REVIEW: Summer Crossing by David Baldacci

Format:  Audiobook (CD)
Genre:  General Fiction
ISBN:  1609412958
Published:  2011 (audio)
Setting:  Ohio, Arizona, South Carolina

Rating:  4 of 5 stars

Back of the book Blurb:

It’s almost Christmas, but there is no joy in the house of terminally ill Jack and his family. With only a short time left to live, he spends his last days preparing to say goodbye to his devoted wife, Lizzie, and their three children. Then, unthinkably, tragedy strikes again: Lizzie is killed in a car accident. With no one able to care for them, the children are separated from each other and sent to live with family members around the country. Just when all seems lost, Jack begins to recover in a miraculous turn of events. He rises from what should have been his deathbed, determined to bring his fractured family back together. Struggling to rebuild their lives after Lizzie’s death, he reunites everyone at Lizzie’s childhood home on the oceanfront in South Carolina. And there, over one unforgettable summer, Jack will begin to learn to love again, and he and his children will learn how to become a family once more.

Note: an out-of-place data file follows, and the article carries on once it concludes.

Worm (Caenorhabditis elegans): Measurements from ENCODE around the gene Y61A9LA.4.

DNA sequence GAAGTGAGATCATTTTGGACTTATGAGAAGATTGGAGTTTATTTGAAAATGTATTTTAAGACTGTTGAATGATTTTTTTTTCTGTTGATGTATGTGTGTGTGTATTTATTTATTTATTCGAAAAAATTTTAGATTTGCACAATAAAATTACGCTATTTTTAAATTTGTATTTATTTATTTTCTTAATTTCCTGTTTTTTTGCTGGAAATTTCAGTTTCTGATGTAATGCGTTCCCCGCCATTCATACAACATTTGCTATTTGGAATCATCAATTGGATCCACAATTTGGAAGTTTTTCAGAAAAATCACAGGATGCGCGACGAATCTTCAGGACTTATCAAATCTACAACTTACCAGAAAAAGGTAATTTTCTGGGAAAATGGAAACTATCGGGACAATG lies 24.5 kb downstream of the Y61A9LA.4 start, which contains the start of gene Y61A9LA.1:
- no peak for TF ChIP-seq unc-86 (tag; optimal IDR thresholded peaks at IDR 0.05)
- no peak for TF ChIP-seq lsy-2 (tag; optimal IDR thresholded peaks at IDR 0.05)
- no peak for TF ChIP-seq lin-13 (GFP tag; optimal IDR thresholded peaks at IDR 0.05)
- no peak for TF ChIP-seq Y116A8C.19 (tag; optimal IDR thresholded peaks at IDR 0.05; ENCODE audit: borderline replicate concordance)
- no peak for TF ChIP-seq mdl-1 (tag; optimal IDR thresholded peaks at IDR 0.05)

My Thoughts:

I thoroughly enjoyed this book, despite the fact that it was a fairly predictable, sappy story.  It is a perfect summer read, and that is exactly what I needed at the time.  I had just finished A Death in the Family by James Agee, which also dealt with loss and grief, but it was on a much deeper, much more serious, much more profound level.  I need a lighter, quicker, less emotionally exacting read, and while this is also a story of grief and loss, Baldacci delivers a nearly effortless summer novel.

This is the first Baldacci book I have read, and I do like his way with words.  I like that he can deal with a hard subject without ripping the reader to emotional shreds.  I like that the story was fairly face paced, and that it focused on an entire family’s reaction to and recovery from grief over an unexpected death.  I also liked that Baldacci moved the characters through sadness, anger, depression, etc. without getting so bogged down that the story suffered.  I liked that it ended on a positive note, but that getting to that point involved some drama.

Sure, it is a fairly formulaic novel…predictable, even.  Perhaps not the typical fare for Baldacci, but pretty standard for it’s genre.  Baldacci, however, is a writer worth getting to know better, and this was a good, easy, and (dare I say it) even fun start for me.  I would recommend it…especially if you’re going on vacation and looking for a book that entertains without exhausting the reader.

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